This lesson we'll be expanding on the core guitar strumming patterns we
learned in the first two lessons of this strumming
now going to look at some more advanced strumming patterns to
further develop our rhythm, timing and attack. Use the video, diagrams
and backing tracks to get your bearings and test your strumming
Remember, always start slow using a metronome
(don't be impatient and jump ahead of your current ability!).
Syncopated strumming patterns
the previous lessons, our down-up strumming patterns have been
based around a constant and equal separation of beats.
that by "skipping" beats, we could make this constant drone more
interesting. However, using the same process, there's another type of
constant down-up strumming that immediately injects life into your
It makes use of what is known as syncopation.
First, let's hear the difference, starting with the one we already
quite a bit different, doesn't it? Basically, the down strums are
spaced exactly the same as the first example, but the up strums
(hitting the treble/higher strings on your guitar) are pushed forward
slightly, so you get a delayed effect:
So we're leaving that up strum to the very last moment,
followed immediately by a downstrum, with no breathing space like with
the first pattern. First, work on keeping
those down strums constant. Add in
the up strums, still focussing on the down strum marker points. It's
easy to lose the timing at first, so be patient and disciplined!
what's great about this particular rhythm is that it gives birth to so
many lively strumming patterns, using the "skipped
beat" technique we learned in the 2nd part. Obviously I
you every single one, but let's
look at a couple of examples.
Remember, the red strums are the skipped
but maintain the down-up action
with your strumming hand while you miss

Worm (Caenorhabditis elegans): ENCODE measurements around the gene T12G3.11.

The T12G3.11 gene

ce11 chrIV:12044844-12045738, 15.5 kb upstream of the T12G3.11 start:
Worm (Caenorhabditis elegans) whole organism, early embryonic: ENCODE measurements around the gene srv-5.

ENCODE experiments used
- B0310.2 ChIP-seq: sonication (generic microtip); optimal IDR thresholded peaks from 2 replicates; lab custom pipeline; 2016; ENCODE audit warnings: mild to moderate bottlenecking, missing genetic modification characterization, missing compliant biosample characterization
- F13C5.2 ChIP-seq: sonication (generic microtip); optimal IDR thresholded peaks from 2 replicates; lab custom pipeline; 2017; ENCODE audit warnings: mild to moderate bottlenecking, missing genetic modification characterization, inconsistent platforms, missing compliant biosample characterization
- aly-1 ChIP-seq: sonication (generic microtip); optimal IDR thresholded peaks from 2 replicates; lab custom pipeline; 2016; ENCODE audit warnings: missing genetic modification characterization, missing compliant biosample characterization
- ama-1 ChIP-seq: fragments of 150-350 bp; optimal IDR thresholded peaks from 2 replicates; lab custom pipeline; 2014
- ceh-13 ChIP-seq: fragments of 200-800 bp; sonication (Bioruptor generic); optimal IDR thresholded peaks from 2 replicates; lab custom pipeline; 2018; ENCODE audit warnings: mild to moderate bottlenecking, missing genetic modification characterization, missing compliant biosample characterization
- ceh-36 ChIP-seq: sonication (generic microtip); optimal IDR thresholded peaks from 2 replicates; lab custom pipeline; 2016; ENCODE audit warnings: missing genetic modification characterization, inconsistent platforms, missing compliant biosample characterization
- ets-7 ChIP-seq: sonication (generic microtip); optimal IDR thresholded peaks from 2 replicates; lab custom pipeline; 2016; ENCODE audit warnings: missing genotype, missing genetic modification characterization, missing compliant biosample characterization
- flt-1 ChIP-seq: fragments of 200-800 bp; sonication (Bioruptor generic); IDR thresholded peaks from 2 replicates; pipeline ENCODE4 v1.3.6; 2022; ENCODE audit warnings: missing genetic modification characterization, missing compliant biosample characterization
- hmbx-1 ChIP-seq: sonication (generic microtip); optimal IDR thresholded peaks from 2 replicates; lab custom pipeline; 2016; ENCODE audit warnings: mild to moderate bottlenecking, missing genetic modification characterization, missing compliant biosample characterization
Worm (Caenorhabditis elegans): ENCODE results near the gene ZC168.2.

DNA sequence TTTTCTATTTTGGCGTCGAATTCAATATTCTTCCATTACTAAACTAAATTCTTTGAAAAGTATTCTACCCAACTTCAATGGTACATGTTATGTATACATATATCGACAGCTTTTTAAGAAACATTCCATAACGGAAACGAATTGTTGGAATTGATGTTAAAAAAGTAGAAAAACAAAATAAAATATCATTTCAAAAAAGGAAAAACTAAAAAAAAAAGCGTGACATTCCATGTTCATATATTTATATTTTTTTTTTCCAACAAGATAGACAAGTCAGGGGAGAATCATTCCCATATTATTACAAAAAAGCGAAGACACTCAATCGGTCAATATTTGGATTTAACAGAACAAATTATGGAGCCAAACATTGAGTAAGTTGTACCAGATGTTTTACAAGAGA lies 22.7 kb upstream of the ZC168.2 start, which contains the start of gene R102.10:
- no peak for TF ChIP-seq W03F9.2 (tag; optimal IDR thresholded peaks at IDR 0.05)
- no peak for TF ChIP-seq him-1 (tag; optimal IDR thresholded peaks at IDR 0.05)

the strings on the skipped beats. Keep that 4/4 meter ticking over in
your head (or tap your foot as you play - a lot of guitarists use their
foot as a metronome).
When you start to get more confident with these types of rhythms, you
can try strumming patterns that complement faster tempos, like this
one (I've left out the helpful aids this time as a little test!):
I think it's time to put these new strumming patterns to
practical use, with chord changes over a backing track.
Below is a jam track that uses the rhythm from above and changes chord
from D major to A major to E minor (although in the example,
I modify these chords to become Dmaj7, Amaj7 and
Em7 to make it more interesting).
More on chords in a separate lesson!
Mutes add yet another dynamic to your strumming patterns, by
interrupting those constant down/up strokes with sharp stops.
the basic concept behind muted strumming.
is where you stop a string/note from sounding. The aim is
to be able to stop it in time with the rhythm you're playing.
Here's how to mute...
any chord and strum it once to ring out the notes. To mute the strings,
simply touch them using your strumming hand. The best part of your hand
to use for this is the meaty part below your pinky/4th finger.
Exactly the same as palm muting.
Try the simple exercise below to test your timing using down strums and mutes.
Once you have the basic muting technique nailed,
it's time to insert this
technique into the strumming patterns we have learned over the course
of this series (although, of course, we're by no means limited to these
It's important to keep your up and down strumming action in the same
constant motion and literally add
in the mutes. Don't lose your momentum!
Let's start by adding some mutes
into the down-up strumming pattern we learned in part 2...
Don't feel like you must always use mutes and
skipped beats in your strumming
patterns. Use them only when you feel they compliment the kind of music
you're creating. For example, a slow and downbeat song won't
necessarily be complimented by the liveliness of skipped beats and
patterns. Think about context!
Let's finish with a more complex muted pattern and a final backing
I hope you found this lesson useful. Obviously I can't show you every
possible strumming pattern there is, but I hope I've given you some
inspiration to try out your own rhythms using syncopated rhythms and
muting - build upon it, develop it and most of all, enjoy it!
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